So, while doing an epic keyboard remapping might seem like a way to easily switch gears into a new system, this can actually complicate the migration process as sometimes the functions don't exactly translate between editing platforms.

* There is an exception here. For Final Cut Pro (classic) users switching to Adobe Premiere, I actually do recommend remapping the keyboard settings. Adobe has gone through great lengths to make Premiere Pro greatly resemble the functionality of classic FCP. Again, while Premiere's functionality is not a perfect analog to FCP, this is one of the few situations where I feel as though keyboard remapping is okay.

Three - Let Go Of The Limitations

Some software does certain things better than others, plain and simple. These limitations can be infuriating at times.

It's a good idea to set these frustrations aside and put on another cup of coffee. Some of these limitations can be bypassed through a clever workaround.

A good demonstration of this would be all the creative ways editors found to use "bin sharing" in the days of Final Cut Pro.

I won't get into too many details here, but anyone who has ever had to use Final Cut Pro in a shared network environment (and particularly those coming from a network friendly system such as Avid or Lightworks) knows that shared editing scenarios are not FCP7's strong suit. Yet, an ever-invested group of dedicated users found a way to make it work. It wasn't perfect or as smooth as other software's bin sharing, but it got the job done.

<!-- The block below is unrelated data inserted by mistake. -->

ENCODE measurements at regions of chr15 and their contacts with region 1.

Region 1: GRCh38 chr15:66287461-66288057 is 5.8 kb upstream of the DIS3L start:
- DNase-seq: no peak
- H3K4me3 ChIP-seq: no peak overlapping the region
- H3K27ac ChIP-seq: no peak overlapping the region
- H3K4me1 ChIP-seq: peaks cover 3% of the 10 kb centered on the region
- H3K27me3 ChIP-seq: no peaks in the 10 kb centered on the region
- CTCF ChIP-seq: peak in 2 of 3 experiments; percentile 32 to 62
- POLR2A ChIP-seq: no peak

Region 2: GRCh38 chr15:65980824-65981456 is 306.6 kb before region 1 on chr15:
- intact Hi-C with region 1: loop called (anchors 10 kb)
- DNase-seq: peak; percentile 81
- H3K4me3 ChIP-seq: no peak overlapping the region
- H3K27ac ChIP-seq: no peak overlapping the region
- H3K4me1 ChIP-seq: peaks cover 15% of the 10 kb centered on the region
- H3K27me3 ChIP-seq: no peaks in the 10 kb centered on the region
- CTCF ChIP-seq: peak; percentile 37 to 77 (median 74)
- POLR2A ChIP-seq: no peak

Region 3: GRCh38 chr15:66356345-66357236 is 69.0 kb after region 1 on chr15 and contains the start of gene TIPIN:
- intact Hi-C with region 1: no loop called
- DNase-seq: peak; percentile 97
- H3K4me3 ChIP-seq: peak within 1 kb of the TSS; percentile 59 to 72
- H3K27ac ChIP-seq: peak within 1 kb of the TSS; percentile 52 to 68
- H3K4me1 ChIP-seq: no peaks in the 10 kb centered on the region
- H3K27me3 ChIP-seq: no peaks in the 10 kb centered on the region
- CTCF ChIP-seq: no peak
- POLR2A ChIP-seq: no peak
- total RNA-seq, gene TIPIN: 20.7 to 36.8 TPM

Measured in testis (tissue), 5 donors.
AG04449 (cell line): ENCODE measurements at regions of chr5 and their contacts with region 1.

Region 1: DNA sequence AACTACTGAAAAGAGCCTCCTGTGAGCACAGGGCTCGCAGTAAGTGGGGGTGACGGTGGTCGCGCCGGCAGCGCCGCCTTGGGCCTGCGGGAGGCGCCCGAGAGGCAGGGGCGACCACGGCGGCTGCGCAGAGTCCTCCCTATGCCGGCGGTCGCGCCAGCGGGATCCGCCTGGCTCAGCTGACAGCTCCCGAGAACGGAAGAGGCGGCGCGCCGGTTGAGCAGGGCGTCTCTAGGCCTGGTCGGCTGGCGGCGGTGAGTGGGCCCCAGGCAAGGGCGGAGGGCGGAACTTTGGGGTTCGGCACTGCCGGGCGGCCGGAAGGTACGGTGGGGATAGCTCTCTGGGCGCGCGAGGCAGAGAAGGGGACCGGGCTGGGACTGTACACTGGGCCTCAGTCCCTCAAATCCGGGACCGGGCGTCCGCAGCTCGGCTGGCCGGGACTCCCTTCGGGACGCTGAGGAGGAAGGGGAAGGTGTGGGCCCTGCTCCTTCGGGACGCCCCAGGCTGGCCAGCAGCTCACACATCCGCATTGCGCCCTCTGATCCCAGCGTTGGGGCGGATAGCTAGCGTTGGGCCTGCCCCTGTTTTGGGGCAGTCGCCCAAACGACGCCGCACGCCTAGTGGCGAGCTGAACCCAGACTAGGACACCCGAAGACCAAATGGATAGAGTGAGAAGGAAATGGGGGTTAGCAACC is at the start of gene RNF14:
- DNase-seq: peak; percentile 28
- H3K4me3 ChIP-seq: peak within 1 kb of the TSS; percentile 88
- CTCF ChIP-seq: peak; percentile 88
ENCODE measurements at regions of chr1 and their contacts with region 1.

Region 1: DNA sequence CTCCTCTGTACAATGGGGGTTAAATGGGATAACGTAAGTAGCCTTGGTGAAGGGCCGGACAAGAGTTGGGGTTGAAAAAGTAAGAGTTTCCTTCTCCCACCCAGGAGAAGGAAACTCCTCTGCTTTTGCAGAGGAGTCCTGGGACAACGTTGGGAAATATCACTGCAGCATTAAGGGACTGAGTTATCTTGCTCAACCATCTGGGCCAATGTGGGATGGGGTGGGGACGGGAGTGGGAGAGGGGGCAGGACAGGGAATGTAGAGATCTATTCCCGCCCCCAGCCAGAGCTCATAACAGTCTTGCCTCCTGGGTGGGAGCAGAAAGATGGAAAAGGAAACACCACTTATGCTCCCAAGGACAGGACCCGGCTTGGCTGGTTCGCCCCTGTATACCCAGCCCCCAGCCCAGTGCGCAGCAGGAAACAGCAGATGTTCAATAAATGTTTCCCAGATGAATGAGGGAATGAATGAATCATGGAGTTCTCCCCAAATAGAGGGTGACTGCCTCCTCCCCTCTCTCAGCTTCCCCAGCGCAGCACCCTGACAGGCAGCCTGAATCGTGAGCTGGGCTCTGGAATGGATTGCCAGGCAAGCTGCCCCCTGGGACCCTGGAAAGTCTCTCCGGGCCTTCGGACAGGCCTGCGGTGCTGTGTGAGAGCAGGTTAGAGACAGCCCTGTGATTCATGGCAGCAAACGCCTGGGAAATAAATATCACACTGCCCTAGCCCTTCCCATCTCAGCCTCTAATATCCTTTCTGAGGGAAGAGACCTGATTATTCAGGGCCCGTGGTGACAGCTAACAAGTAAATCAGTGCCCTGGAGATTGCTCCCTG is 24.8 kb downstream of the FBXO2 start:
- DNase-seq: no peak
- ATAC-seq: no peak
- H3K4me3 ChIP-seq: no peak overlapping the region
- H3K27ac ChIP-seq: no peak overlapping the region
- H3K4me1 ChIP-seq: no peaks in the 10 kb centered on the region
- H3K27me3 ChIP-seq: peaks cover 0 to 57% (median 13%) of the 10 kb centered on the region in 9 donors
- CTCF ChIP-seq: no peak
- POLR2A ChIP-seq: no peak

By taking the time to understand the software's limitations and core functionality, there are some creative avenues that can be taken to restore otherwise lost functionality of your old system.

That being said, sometimes there isn't a band-aid hack available and you'll find that the limitations of the software are hindering your creativity or schedule. In this case, it's fair to say that you might want to consider looking into finding an alternative editing solution.

Be Calm And Edit On

A while back, I wrote about the best advice I was ever given about the editing room was take it "one cut at a time."

This holds true when switching NLEs. We all find ourselves in a situation, like it or not, when we find ourselves using tools we're either not familiar with or fond of. But, in some situations, we're unable to make the decision about the NLE, particularly if we're working for someone else, and it makes workdays difficult for sure.

The best advice is to sit back, remember you're there to help tell a great story and try to make the situation a great learning experience.


Peter Haas

... is an award winning Brooklyn-based filmmaker and writer whose first celluloid love was “Godzilla.” Since age 9, he’s been chasing monsters and men, camera in hand. His chief inspirations are classic German Expressionist cinema, the free-wheeling creativity of Terry Gilliam, and the fog-shrouded forests of his New Hampshire birthplace. Through his films, Peter strives to unlock the experience of "ecstatic cinema" -- a viewing experience that challenges, delights, and sweeps up the audience in equal measures.  His work has appeared in American Cinematographer, Red Shark News, various broadcast networks, and various festivals around the world.

Website: www.peterjhaas.com